JOURNAL ARTICLE

The PINK1/Parkin pathway regulates mitochondrial morphology

Angela C Poole, Ruth E Thomas, Laurie A Andrews, Heidi M McBride, Alexander J Whitworth, Leo J Pallanck
Proceedings of the National Academy of Sciences of the United States of America 2008 February 5, 105 (5): 1638-43
18230723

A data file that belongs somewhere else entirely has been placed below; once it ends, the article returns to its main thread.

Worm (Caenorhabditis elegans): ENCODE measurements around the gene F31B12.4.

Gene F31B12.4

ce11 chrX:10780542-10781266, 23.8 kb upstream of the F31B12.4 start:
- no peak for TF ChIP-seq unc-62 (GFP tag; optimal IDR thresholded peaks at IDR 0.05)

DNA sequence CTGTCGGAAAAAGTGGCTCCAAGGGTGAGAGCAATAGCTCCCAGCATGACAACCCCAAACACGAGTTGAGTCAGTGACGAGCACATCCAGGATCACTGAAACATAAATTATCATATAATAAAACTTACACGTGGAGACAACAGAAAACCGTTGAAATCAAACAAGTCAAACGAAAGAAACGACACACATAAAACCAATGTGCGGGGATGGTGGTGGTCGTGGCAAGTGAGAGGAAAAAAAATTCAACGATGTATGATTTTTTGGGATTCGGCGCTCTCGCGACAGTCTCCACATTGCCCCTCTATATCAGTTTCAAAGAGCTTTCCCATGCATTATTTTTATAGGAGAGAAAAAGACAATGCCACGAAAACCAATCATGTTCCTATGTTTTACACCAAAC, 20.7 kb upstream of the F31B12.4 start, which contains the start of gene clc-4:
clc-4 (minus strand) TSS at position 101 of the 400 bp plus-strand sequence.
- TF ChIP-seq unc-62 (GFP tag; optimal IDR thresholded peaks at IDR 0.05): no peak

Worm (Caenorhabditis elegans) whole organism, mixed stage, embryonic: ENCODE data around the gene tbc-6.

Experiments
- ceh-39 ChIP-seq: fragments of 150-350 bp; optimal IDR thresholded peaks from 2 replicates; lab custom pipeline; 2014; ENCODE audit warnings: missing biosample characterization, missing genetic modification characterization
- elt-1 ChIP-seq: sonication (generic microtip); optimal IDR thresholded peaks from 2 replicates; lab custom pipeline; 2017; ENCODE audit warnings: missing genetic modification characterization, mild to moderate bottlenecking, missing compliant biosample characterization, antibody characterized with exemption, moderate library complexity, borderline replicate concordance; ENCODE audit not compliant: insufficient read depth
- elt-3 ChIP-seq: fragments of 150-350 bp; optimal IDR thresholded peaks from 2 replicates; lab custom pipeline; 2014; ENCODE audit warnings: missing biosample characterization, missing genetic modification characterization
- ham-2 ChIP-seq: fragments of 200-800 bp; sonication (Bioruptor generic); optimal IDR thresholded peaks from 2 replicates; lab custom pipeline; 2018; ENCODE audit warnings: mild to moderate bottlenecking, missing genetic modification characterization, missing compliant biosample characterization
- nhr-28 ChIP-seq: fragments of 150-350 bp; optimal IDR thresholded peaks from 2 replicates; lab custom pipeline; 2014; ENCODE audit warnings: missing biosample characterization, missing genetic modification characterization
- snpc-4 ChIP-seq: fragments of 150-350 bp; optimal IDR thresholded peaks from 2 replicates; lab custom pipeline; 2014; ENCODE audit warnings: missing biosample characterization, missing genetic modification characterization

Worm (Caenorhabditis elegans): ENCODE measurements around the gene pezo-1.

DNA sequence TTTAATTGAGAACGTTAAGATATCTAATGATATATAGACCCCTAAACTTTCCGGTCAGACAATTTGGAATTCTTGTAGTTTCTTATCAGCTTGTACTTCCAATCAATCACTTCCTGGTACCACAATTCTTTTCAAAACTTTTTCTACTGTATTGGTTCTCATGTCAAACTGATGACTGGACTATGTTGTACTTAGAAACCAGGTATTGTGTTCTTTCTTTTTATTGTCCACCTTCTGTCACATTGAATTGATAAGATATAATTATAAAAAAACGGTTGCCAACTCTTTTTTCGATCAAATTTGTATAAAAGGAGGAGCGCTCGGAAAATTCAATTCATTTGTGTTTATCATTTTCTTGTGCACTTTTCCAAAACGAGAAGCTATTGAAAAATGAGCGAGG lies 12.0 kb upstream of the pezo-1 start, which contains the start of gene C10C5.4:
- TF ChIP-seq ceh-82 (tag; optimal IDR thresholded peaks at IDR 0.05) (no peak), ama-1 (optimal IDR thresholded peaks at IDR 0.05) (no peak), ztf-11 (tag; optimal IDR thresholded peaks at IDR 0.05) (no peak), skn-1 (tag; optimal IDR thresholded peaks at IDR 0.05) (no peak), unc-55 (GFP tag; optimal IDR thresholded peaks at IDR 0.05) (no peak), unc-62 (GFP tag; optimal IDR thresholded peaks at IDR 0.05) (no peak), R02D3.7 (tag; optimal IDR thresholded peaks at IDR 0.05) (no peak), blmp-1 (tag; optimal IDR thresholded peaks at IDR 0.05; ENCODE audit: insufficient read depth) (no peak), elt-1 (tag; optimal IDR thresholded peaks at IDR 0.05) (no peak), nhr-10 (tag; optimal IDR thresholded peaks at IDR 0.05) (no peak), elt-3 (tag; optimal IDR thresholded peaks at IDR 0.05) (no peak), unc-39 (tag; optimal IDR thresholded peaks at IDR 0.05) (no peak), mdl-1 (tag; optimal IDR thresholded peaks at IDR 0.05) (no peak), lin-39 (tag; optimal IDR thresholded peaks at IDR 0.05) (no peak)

Loss-of-function mutations in the PTEN-induced kinase 1 (PINK1) or parkin genes, which encode a mitochondrially localized serine/threonine kinase and a ubiquitin-protein ligase, respectively, result in recessive familial forms of Parkinsonism. Genetic studies in Drosophila indicate that PINK1 acts upstream of Parkin in a common pathway that influences mitochondrial integrity in a subset of tissues, including flight muscle and dopaminergic neurons. The mechanism by which PINK1 and Parkin influence mitochondrial integrity is currently unknown, although mutations in the PINK1 and parkin genes result in enlarged or swollen mitochondria, suggesting a possible regulatory role for the PINK1/Parkin pathway in mitochondrial morphology. To address this hypothesis, we examined the influence of genetic alterations affecting the machinery that governs mitochondrial morphology on the PINK1 and parkin mutant phenotypes. We report that heterozygous loss-of-function mutations of drp1, which encodes a key mitochondrial fission-promoting component, are largely lethal in a PINK1 or parkin mutant background. Conversely, the flight muscle degeneration and mitochondrial morphological alterations that result from mutations in PINK1 and parkin are strongly suppressed by increased drp1 gene dosage and by heterozygous loss-of-function mutations affecting the mitochondrial fusion-promoting factors OPA1 and Mfn2. Finally, we find that an eye phenotype associated with increased PINK1/Parkin pathway activity is suppressed by perturbations that reduce mitochondrial fission and enhanced by perturbations that reduce mitochondrial fusion. Our studies suggest that the PINK1/Parkin pathway promotes mitochondrial fission and that the loss of mitochondrial and tissue integrity in PINK1 and parkin mutants derives from reduced mitochondrial fission.

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